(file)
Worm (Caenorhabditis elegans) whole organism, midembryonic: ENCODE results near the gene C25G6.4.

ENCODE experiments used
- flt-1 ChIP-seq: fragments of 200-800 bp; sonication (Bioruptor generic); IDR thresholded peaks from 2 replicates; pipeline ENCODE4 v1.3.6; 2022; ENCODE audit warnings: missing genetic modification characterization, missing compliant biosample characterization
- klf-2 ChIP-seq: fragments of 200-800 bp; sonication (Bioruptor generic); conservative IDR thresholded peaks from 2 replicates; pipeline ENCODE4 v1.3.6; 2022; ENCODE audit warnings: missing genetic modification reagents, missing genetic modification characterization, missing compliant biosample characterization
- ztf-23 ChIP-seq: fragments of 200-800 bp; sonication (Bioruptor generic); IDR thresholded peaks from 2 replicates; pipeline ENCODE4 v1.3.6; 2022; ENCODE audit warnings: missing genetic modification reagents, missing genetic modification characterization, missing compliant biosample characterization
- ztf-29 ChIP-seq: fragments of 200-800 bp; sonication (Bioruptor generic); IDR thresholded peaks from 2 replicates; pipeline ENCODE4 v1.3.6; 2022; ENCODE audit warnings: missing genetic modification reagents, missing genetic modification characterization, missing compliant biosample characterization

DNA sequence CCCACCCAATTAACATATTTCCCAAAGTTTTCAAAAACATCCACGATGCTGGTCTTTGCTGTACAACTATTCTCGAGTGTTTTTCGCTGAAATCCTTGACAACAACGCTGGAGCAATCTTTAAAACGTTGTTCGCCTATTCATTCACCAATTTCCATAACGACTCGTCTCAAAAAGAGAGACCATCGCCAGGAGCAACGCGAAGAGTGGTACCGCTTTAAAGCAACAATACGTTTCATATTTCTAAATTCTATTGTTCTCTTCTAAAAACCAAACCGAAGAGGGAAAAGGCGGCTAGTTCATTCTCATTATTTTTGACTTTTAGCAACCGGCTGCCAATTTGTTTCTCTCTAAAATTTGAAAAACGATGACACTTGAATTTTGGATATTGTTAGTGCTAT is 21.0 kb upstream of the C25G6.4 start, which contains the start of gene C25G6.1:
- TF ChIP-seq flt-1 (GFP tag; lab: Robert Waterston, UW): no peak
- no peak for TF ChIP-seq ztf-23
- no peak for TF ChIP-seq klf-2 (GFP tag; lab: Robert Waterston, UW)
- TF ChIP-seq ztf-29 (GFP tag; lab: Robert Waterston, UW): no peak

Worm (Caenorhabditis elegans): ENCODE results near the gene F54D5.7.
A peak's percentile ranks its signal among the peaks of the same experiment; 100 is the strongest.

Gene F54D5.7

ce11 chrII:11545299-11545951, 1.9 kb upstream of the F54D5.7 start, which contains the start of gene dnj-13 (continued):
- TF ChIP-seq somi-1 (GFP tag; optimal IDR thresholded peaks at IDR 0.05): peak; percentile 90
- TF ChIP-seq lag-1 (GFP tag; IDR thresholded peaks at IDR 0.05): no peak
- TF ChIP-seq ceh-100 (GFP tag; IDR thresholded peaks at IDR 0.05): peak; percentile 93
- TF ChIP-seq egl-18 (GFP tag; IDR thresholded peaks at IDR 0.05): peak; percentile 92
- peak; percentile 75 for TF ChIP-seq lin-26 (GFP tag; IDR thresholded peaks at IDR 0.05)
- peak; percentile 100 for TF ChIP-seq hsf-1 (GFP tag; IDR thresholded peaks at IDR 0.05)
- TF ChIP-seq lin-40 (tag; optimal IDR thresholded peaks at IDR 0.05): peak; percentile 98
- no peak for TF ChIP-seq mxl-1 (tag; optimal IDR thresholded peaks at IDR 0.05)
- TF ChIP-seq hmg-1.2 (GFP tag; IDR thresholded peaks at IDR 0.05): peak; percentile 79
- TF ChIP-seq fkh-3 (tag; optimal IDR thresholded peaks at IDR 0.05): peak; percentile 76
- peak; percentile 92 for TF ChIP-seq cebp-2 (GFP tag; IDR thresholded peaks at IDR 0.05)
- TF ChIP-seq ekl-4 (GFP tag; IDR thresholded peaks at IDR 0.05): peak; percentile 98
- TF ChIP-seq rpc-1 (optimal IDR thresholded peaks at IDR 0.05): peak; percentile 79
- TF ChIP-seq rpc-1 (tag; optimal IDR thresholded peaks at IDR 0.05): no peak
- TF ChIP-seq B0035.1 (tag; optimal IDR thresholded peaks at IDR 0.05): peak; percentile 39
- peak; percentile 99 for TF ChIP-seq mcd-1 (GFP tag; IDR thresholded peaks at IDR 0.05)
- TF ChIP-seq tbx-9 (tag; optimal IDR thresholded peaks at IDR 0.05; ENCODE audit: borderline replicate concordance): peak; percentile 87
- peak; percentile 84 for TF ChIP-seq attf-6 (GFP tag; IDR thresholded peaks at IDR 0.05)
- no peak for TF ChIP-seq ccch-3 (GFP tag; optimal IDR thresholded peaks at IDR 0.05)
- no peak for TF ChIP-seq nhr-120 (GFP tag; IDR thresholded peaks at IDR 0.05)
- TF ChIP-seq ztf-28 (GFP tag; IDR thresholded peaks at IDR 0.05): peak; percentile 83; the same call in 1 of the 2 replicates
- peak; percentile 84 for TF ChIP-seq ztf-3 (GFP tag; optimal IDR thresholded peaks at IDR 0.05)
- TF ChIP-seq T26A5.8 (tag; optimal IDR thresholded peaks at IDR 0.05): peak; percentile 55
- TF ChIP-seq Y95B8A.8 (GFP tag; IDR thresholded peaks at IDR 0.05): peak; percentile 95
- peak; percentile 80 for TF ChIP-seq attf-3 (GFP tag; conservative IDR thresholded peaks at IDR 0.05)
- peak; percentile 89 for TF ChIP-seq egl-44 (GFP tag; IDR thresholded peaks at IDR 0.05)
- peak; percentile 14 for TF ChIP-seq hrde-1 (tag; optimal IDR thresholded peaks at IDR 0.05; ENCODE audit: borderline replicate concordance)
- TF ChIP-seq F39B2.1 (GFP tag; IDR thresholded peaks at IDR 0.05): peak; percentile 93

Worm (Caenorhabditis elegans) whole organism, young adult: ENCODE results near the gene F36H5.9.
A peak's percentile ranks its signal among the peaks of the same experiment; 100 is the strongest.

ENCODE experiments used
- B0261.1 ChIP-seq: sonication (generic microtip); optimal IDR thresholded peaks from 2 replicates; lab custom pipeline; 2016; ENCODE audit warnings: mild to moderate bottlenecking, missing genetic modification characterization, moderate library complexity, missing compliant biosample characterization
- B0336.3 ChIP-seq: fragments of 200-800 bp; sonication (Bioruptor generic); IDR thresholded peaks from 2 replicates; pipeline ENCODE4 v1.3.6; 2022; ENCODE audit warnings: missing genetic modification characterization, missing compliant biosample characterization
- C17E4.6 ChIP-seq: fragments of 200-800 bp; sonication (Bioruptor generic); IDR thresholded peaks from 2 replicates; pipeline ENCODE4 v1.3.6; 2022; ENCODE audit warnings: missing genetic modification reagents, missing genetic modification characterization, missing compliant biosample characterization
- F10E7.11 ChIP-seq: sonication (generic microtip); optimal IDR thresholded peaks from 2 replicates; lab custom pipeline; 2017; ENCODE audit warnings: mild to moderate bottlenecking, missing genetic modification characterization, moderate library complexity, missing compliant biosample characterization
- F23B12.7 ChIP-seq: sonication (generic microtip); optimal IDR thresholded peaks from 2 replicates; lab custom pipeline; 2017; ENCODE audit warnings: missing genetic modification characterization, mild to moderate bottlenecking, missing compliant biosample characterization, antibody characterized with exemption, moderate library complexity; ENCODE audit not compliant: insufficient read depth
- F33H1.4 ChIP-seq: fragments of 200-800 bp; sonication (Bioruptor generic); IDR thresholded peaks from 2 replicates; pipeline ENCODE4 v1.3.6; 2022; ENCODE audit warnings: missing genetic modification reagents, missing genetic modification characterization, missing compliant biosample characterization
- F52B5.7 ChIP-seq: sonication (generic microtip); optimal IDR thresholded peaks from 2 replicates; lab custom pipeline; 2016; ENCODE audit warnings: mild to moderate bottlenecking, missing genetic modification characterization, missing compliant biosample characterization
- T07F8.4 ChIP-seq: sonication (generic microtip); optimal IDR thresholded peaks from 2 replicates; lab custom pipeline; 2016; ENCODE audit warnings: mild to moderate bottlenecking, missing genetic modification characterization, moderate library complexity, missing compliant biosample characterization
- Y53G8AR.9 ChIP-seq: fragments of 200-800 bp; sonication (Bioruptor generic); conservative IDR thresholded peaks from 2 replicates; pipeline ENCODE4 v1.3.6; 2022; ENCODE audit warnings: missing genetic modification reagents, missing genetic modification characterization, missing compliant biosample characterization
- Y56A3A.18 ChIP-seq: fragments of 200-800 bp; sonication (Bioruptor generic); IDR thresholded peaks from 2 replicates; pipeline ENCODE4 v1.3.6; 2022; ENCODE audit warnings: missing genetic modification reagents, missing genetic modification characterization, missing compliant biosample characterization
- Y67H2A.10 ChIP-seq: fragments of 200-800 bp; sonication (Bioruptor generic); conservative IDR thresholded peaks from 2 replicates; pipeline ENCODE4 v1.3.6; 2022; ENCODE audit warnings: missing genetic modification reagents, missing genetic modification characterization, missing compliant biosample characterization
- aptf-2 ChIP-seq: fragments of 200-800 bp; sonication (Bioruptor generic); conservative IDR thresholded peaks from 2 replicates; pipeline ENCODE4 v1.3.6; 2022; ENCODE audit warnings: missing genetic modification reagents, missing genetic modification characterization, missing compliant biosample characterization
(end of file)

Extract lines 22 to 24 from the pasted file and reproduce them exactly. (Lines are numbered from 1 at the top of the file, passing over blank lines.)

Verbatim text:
- TF ChIP-seq lin-40 (tag; optimal IDR thresholded peaks at IDR 0.05): peak; percentile 98
- no peak for TF ChIP-seq mxl-1 (tag; optimal IDR thresholded peaks at IDR 0.05)
- TF ChIP-seq hmg-1.2 (GFP tag; IDR thresholded peaks at IDR 0.05): peak; percentile 79